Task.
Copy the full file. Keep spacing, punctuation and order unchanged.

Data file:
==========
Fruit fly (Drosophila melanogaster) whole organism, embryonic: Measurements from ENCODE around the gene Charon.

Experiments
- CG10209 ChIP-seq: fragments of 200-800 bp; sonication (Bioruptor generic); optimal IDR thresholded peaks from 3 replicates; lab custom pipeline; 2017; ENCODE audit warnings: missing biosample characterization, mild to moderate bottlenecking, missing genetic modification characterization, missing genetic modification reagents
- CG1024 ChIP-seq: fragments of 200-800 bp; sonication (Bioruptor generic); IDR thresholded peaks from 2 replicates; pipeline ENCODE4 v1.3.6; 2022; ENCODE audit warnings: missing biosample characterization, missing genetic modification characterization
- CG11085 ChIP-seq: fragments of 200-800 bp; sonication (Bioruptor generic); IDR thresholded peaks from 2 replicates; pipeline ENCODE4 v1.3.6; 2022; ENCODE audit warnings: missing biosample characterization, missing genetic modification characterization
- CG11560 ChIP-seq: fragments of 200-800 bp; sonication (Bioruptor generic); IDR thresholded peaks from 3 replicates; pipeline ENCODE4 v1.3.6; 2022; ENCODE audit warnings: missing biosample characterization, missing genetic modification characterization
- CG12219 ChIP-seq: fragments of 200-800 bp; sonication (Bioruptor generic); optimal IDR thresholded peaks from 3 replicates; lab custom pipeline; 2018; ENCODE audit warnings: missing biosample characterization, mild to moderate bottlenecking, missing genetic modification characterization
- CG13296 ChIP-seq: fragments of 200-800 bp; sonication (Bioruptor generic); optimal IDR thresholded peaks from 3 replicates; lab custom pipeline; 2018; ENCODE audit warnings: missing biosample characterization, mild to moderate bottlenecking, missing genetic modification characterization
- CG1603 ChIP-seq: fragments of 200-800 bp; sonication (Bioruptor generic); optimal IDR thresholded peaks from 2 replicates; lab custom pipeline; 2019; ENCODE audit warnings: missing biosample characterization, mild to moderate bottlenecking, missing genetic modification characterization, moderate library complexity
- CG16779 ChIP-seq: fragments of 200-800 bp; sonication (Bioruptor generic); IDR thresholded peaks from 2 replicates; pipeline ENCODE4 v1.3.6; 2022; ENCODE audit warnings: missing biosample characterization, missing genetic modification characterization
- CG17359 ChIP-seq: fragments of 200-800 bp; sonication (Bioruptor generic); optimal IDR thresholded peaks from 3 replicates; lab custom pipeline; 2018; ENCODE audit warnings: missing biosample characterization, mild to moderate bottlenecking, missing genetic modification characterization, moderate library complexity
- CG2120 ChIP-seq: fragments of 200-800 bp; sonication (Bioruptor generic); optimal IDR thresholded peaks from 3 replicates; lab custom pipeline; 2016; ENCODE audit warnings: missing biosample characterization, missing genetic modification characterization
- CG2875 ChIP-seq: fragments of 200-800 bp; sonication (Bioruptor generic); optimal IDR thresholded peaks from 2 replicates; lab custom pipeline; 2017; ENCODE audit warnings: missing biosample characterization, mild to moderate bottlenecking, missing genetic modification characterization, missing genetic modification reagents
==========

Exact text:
Fruit fly (Drosophila melanogaster) whole organism, embryonic: Measurements from ENCODE around the gene Charon.

Experiments
- CG10209 ChIP-seq: fragments of 200-800 bp; sonication (Bioruptor generic); optimal IDR thresholded peaks from 3 replicates; lab custom pipeline; 2017; ENCODE audit warnings: missing biosample characterization, mild to moderate bottlenecking, missing genetic modification characterization, missing genetic modification reagents
- CG1024 ChIP-seq: fragments of 200-800 bp; sonication (Bioruptor generic); IDR thresholded peaks from 2 replicates; pipeline ENCODE4 v1.3.6; 2022; ENCODE audit warnings: missing biosample characterization, missing genetic modification characterization
- CG11085 ChIP-seq: fragments of 200-800 bp; sonication (Bioruptor generic); IDR thresholded peaks from 2 replicates; pipeline ENCODE4 v1.3.6; 2022; ENCODE audit warnings: missing biosample characterization, missing genetic modification characterization
- CG11560 ChIP-seq: fragments of 200-800 bp; sonication (Bioruptor generic); IDR thresholded peaks from 3 replicates; pipeline ENCODE4 v1.3.6; 2022; ENCODE audit warnings: missing biosample characterization, missing genetic modification characterization
- CG12219 ChIP-seq: fragments of 200-800 bp; sonication (Bioruptor generic); optimal IDR thresholded peaks from 3 replicates; lab custom pipeline; 2018; ENCODE audit warnings: missing biosample characterization, mild to moderate bottlenecking, missing genetic modification characterization
- CG13296 ChIP-seq: fragments of 200-800 bp; sonication (Bioruptor generic); optimal IDR thresholded peaks from 3 replicates; lab custom pipeline; 2018; ENCODE audit warnings: missing biosample characterization, mild to moderate bottlenecking, missing genetic modification characterization
- CG1603 ChIP-seq: fragments of 200-800 bp; sonication (Bioruptor generic); optimal IDR thresholded peaks from 2 replicates; lab custom pipeline; 2019; ENCODE audit warnings: missing biosample characterization, mild to moderate bottlenecking, missing genetic modification characterization, moderate library complexity
- CG16779 ChIP-seq: fragments of 200-800 bp; sonication (Bioruptor generic); IDR thresholded peaks from 2 replicates; pipeline ENCODE4 v1.3.6; 2022; ENCODE audit warnings: missing biosample characterization, missing genetic modification characterization
- CG17359 ChIP-seq: fragments of 200-800 bp; sonication (Bioruptor generic); optimal IDR thresholded peaks from 3 replicates; lab custom pipeline; 2018; ENCODE audit warnings: missing biosample characterization, mild to moderate bottlenecking, missing genetic modification characterization, moderate library complexity
- CG2120 ChIP-seq: fragments of 200-800 bp; sonication (Bioruptor generic); optimal IDR thresholded peaks from 3 replicates; lab custom pipeline; 2016; ENCODE audit warnings: missing biosample characterization, missing genetic modification characterization
- CG2875 ChIP-seq: fragments of 200-800 bp; sonication (Bioruptor generic); optimal IDR thresholded peaks from 2 replicates; lab custom pipeline; 2017; ENCODE audit warnings: missing biosample characterization, mild to moderate bottlenecking, missing genetic modification characterization, missing genetic modification reagents